Kubernetes is an open-source plan for automating deployment, managing containerized sorts of applications, and scaling. It helps you manage your containers as well as your stateless microservices. It is a powerful tool that can be used for both development and production environments. One of its most useful features is that it allows developers to work on their local machines without worrying about ensuring their code will work on remote servers later.
This means you can build your application locally by using Docker Compose or other tools like it and then deploy it on a Kubernetes cluster without changing how you created your application locally.
Another useful feature is that Kubernetes automatically scales up or down according to the demand of each service. This means that if there’s suddenly an increase in traffic to one of your services, Kubernetes will add more instances to handle requests quickly and efficiently.
Kubernetes has made life easier.
Kubernetes has enabled the development of microservices, which were not possible before due to the complexities involved in managing containers.
Kubernetes orchestration allows developers to focus solely on their code instead of spending time managing hardware resources or scaling infrastructure. Instead, they can focus on writing code for their applications and adding new features without having to manually manage infrastructure or scale applications.
6 Kubernetes Configuration Mistakes / Errors
Despite the many benefits, there are many pitfalls to be aware of when deploying it:
- Using docker images with “latest” tags
Kubernetes is designed to work with Docker images already tagged with their version number. This means that if you use an image from the Docker Hub and do not specify a tag, then Kubernetes will assume that it should pull the latest version of the image (which may be significantly different from what you want). To avoid this problem, ensure that your docker-compose file specifies a tag or branches/tags for your containers. If you have multiple versions of an application running in production, then make sure that they are managed by Kubernetes using separate namespaces and deployments.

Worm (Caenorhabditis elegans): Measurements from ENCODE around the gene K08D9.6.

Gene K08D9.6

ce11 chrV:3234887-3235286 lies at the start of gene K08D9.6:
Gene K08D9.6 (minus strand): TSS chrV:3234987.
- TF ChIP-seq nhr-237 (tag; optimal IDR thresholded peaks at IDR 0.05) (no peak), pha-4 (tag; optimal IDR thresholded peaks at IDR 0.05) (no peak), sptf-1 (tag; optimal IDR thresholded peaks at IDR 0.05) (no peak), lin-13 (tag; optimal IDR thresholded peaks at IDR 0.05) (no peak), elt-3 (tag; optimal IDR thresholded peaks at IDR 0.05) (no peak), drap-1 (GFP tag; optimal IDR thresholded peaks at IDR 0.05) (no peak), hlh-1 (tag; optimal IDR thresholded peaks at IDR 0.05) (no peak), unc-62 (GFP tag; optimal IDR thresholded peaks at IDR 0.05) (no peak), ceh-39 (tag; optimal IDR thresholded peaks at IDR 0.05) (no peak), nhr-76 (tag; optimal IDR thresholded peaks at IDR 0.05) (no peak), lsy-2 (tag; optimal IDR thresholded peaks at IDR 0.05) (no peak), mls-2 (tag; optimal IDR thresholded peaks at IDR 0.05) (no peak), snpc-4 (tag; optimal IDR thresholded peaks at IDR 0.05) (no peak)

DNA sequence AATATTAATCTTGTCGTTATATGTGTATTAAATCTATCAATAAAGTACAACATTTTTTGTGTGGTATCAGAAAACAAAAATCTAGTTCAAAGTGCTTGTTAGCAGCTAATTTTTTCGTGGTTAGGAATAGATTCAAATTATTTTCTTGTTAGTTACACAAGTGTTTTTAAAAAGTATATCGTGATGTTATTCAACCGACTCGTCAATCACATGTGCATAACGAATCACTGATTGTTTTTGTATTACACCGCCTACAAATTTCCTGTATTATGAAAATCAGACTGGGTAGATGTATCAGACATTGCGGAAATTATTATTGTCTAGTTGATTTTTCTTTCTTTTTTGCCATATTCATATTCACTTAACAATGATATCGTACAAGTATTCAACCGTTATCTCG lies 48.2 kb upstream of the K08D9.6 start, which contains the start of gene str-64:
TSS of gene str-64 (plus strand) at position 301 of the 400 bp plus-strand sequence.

- Deploying containers with limited CPUs
Each node in a Kubernetes cluster has a set of CPU resources that can be allocated to running containers. In a Kubernetes pod, you can specify how many CPU cores should be allocated to your container. If you specify 0 or 1 core, then the container will not be able to use any CPU resources. You can specify the number of CPU cores using the limit Reinforcement field in PodSpec.
If you have a container that requires more CPU than available on your nodes, you may be able to increase the capacity of your cluster by adding more nodes. See Docker Machine for information about how to add more machines to your cluster.
- Failure to use Kubernetes Secrets to encode credentials such as passwords
Kubernetes Secrets are an essential tool for storing sensitive information such as passwords, API keys, and other sensitive data outside of your source code repository.